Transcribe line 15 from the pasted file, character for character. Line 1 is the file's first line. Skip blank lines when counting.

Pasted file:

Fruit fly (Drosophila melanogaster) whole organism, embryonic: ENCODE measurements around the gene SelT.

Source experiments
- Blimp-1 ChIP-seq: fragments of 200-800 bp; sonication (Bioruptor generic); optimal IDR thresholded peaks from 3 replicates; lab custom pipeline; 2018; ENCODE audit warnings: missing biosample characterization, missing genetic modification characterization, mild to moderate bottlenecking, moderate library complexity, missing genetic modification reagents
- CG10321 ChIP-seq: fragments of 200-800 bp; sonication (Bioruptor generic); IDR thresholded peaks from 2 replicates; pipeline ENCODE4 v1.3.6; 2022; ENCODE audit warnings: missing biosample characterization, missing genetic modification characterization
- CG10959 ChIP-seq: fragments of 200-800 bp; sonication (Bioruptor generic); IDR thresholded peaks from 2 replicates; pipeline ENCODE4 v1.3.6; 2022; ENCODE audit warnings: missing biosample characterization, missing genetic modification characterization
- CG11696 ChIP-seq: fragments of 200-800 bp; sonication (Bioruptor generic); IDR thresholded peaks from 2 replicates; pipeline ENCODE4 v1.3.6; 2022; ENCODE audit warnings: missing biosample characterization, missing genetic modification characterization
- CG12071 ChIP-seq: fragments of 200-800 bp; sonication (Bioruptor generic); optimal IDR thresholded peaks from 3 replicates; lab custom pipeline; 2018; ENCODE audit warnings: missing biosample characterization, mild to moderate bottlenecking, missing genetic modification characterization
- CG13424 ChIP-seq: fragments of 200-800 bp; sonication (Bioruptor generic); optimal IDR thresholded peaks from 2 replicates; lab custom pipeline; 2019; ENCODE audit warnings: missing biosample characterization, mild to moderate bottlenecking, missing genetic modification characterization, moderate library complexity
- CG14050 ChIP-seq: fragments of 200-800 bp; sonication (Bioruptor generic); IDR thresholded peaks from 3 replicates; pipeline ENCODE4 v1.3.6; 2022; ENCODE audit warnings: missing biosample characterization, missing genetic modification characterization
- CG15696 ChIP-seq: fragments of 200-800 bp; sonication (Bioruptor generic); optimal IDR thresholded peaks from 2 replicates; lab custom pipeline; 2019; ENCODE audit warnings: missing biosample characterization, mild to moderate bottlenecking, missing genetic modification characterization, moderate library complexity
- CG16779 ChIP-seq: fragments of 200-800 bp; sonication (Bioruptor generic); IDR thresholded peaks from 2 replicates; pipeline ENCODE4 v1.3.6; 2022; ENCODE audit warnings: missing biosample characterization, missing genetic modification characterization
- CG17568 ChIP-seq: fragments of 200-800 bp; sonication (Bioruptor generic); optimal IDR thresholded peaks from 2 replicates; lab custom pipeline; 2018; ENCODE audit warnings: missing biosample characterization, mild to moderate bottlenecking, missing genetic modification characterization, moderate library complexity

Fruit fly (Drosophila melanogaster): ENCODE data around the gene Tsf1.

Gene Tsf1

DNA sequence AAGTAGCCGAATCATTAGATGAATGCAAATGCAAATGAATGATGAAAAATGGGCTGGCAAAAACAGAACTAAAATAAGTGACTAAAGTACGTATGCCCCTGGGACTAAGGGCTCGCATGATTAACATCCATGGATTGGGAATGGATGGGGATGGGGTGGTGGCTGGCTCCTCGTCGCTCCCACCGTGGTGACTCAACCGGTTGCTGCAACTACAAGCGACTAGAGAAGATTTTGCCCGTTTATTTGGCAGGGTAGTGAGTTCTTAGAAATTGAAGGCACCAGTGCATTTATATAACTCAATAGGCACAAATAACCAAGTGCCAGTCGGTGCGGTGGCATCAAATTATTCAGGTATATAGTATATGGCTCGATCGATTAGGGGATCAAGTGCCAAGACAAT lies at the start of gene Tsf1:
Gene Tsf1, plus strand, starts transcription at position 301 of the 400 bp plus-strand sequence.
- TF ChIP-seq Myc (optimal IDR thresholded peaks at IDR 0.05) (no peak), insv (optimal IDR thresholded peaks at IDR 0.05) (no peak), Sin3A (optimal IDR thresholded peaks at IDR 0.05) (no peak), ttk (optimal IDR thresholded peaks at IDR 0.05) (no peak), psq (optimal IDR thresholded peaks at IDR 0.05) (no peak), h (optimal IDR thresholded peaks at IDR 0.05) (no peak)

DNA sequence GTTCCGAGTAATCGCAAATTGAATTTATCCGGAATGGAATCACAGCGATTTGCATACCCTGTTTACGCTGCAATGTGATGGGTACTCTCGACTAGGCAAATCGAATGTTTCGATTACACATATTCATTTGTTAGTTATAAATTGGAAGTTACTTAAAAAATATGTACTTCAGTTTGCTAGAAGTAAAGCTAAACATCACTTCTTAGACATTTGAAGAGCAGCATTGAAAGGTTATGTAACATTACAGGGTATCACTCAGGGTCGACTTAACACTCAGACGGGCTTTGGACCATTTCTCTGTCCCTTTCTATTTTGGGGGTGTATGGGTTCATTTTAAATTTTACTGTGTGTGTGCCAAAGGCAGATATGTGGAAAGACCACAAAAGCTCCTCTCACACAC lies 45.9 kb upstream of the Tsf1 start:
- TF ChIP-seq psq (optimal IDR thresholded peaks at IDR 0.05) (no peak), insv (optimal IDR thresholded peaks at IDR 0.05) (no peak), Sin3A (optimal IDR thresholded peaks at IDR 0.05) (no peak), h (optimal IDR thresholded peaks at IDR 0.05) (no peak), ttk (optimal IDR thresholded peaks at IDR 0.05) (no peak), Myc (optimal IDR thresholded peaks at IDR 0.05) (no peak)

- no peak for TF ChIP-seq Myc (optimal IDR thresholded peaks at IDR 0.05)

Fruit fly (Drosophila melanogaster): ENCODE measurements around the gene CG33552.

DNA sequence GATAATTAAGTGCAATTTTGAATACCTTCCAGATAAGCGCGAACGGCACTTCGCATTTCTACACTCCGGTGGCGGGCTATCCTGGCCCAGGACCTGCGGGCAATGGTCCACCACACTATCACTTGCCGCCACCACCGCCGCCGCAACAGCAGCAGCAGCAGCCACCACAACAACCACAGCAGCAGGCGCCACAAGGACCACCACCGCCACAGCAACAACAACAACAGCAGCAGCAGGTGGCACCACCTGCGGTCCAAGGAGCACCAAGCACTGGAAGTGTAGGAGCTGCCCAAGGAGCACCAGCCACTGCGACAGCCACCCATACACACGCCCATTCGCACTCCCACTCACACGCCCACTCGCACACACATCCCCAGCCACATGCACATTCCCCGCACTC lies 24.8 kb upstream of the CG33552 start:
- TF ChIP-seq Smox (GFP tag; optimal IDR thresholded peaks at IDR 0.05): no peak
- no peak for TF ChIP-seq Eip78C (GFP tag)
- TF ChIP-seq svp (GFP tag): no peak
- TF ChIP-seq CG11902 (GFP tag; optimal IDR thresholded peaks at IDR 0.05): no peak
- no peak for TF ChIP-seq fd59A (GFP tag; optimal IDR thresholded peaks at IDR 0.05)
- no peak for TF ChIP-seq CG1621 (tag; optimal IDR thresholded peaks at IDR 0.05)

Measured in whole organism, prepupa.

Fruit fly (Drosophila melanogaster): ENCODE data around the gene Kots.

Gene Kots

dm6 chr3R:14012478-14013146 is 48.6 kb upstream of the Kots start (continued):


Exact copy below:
DNA sequence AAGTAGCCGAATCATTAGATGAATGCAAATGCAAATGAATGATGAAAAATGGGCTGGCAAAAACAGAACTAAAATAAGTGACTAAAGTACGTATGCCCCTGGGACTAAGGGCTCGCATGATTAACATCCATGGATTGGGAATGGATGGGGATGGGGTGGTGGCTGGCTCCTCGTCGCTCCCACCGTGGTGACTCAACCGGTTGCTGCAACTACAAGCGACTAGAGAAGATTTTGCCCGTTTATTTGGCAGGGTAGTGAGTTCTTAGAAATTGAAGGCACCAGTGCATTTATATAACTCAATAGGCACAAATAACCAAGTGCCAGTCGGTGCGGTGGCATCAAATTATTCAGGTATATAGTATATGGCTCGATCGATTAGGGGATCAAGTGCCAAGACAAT lies at the start of gene Tsf1: